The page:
Dolores Borza stood in front of Cumberland Farms Wednesday to denounce drug dealers on Martha’s Vineyard, as well as to honor the recent passing of a close friend.
She held two signs, one reading “We love you Joey,” and another reading “‘Enough’ Stop the drug dealers!”
Both signs told separate but equally important stories — one of the tragic death of an Islander who was loved by many, and the other of an ongoing issue in our small community.
“It’s amazing how many people he impacted here,” Borza said. “He was so important to so many people, and right now it just doesn’t even seem real.”
Borza said that Joey was “incredibly talented,” and brought joy to his friends and family. “He could recite “Hamlet” and take an engine apart at the same time,” Borza said.
According to Borza, the young man was a skilled musician, and always loved to play his guitar.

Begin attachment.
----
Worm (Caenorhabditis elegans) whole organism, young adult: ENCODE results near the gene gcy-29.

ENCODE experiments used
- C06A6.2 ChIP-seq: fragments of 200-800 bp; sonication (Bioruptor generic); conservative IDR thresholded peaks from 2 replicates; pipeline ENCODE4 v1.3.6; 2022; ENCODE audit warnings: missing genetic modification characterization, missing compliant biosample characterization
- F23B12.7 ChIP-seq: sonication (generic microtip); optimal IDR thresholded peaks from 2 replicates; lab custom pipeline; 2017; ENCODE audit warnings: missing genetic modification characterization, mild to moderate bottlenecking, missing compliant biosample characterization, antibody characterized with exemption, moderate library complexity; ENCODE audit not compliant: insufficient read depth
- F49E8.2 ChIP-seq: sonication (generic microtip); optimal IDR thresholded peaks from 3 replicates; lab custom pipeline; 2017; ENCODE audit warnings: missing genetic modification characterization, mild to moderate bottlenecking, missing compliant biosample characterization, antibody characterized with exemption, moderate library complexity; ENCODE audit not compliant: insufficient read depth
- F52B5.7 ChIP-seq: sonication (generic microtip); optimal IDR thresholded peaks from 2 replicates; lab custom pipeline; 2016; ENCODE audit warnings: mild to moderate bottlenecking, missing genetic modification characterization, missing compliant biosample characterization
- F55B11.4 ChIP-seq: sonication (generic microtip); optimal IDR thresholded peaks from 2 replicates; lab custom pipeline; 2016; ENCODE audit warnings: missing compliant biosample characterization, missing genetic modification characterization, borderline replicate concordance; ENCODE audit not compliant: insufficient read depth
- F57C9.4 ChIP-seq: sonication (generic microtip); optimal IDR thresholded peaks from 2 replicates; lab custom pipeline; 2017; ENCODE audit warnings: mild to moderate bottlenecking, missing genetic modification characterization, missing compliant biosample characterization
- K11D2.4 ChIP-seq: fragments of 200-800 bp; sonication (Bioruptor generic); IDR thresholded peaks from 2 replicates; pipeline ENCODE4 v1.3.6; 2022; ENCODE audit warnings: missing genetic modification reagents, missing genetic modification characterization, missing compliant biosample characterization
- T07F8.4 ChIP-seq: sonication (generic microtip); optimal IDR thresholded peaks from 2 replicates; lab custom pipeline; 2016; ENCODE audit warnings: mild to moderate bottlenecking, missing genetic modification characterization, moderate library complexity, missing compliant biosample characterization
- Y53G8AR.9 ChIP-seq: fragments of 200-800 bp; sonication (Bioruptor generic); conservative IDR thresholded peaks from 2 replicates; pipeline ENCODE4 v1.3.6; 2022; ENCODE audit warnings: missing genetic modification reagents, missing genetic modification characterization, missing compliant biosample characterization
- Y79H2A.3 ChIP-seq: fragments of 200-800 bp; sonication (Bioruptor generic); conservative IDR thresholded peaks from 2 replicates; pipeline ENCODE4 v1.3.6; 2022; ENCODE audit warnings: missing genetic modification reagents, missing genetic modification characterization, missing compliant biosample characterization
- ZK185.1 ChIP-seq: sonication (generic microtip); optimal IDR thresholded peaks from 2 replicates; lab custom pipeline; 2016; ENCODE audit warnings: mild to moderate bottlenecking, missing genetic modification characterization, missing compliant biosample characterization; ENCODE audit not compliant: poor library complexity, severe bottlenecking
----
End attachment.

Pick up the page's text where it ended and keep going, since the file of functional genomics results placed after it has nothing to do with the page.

Joey had a “heart of gold,” and Borza said he never had an unkind word for anybody. “He was 29, it’s a tragedy, and it needs to stop,” Borza said.
The Times is not providing his full name because his family has not released it.
Borza said she wants to bring awareness to the opioid epidemic on Martha’s Vineyard and put a stop to the senseless “murder” of Island youths. “Stop killing our kids,” Borza said as she held her signs for passersby to see.
Borza said she has a 30-year-old son, and is thankful that he wasn’t involved in drugs. “I can’t imagine what Joey’s family is going through,” Borza said.
According to Borza, people who sell opioids like heroin and prescription pain medications are “murderers,” and deserve to be treated accordingly in the eyes of the law. She said many drug dealers get a slap on the wrist when they are released on parole or receive light sentencing because of a first offense. “These people should be sent away,” Borza said. “The police need to do more.” She noted that additional security and police presence on ferries and at the steamship terminals would deter drug dealers. She said that the time has come for people to stand up to dealers. “Don’t be ashamed or afraid,” Borza said. “We need to make an example of these people.”